Columbus is proud of its diversity and the contributions African-American citizens have made throughout its rich history. These citizens played significant roles in shaping Columbus into the town it is today. We are dedicated to building awareness of this heritage, and we offer a historic tour that showcases the events, people, and achievements that are important to Columbus. Join Columbus and Lowndes County in paying tribute to the spirit of African-Americans with our historic and informative African-American Heritage Tour available year round.
Located between Main Street and College Street, Catfish Alley was a central meeting and business district for the Columbus African-American Community in the late nineteenth and early twentieth centuries.
Concord CME Church
One of the oldest churches in Columbus, Concord was an African-American church established in Lowndes County in 1867. Prior to the construction of a wooden structure, the congregation met in what was called a “brush arbor,” a collection of limbs and bushes gathered under a large tree in an open grove. The first wooden structure was constructed in 1908.
1213 Concord Road
Dr. Theodoric V. James Home
Dr. James (believed to have been Columbus’ first African-American doctor) built this home between 1906 and 1912. It is a nice example of the Queen Anne Free Classic style in domestic architecture and is still owned by his descendants.
1104 5th Avenue North
The first store at this location was called “The Tan Yard” (1791-1819), and was owned and operated by William Cooper. It was the main area in Columbus for European and Native American trade. Cooper’s last recorded transaction was the trading of horses with the Chickasaw Tribe in 1819. The Chickasaws called Cooper “the Big Black Tanner.”
Corner of 2nd Avenue North and 4th Street North
The Haven (c. 1843)
NATIONAL REGISTER HISTORIC DISTRICT
315 3rd Avenue North
Missionary Union Baptist Church
The Missionary Union Baptist Church, organized in 1833, is the oldest African-American church in Northeast Mississippi. Organized during the days of slavery, services were held in the afternoons on Sundays and Wednesdays in the basement of the First Baptist Church.
The Penny-Savings Bank, founded in the early 1900s, was Columbus’ first African-American bank. W.I. Mitchell served as the president of the ban from 1907 to 1913. In addition to the Penny-Savings Bank, there are several other significant historical facts about this location.
Queen City Hotel Site
Queen City Hotel was the center of the African-American business district in the mid-twentieth century. It was also the focus of lodging and entertainment for the African-American community. It was constructed, owned and operated in 1909 by Robert Walker, who was once a slave.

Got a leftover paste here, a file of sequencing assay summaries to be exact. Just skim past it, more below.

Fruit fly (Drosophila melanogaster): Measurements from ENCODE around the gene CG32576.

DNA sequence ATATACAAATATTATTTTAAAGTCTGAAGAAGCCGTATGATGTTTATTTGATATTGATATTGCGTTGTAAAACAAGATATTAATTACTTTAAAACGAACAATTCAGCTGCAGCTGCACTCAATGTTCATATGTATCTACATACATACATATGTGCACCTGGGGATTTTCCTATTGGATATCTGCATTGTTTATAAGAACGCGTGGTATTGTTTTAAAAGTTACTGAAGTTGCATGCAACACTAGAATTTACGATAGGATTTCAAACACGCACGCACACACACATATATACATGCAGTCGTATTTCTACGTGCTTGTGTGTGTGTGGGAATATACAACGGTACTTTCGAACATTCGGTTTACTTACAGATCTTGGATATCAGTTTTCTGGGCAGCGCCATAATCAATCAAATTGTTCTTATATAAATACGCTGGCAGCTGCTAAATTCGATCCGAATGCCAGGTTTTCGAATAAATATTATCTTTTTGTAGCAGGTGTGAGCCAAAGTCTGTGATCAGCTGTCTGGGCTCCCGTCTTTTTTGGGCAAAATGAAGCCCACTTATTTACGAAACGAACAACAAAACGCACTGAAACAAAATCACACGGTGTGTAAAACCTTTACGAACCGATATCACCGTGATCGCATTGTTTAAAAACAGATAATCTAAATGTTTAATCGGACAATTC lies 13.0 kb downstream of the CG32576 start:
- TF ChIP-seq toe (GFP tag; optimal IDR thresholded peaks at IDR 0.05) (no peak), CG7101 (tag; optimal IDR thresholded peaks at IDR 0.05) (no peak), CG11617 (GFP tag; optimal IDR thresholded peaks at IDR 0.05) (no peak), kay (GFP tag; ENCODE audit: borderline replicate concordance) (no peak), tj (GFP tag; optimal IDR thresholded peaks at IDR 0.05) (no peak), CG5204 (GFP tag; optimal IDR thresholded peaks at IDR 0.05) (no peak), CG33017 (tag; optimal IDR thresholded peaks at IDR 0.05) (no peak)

Robert Walker Home Site
Robert Walker, born before the Civil War, was a slave who was a house servant for the Walker family. Here, he was trained as a butler and caterer. In 1908, he opened the Queen City Hotel, the first African-American owned and operated hotel in Columbus.
Corner of 7th Avenue and 14th Street North
Sandfield Cemetery is the late nineteenth century burial site of several African-American leaders and businessmen which include the following:
Shiloh Missionary Baptist Church
Shiloh Missionary Baptist Church originated under a “brush harbor” by a few determined and devoted Christian slaves. In 1821, the land for the church was chartered.
Union Academy was established in 1877. As indicated by the state historic marker on 9th Avenue South, the original Union Academy was located at the site of a former Confederate Arsenal just south of the railroad tracks.
W.I. Mitchell Home Site
In 1877, W.I. Mitchell became the first black principal of Union Academy, the first African-American school. Prior to becoming principal, he was also a teacher. From 1907 to 1913, he served as president of The Penny-Savings Bank, the first African-American bank in Columbus, Mississippi.
Corner of 7th Avenue and 16th Street North
29th Annual Seventh Avenue Heritage Festival
Seventh Avenue Festival – a celebration of the unique culture and entrepreneurial spirit of one of the city’s most highly profiled business and entertainment districts. Free admission. For more information call 662-549-4314.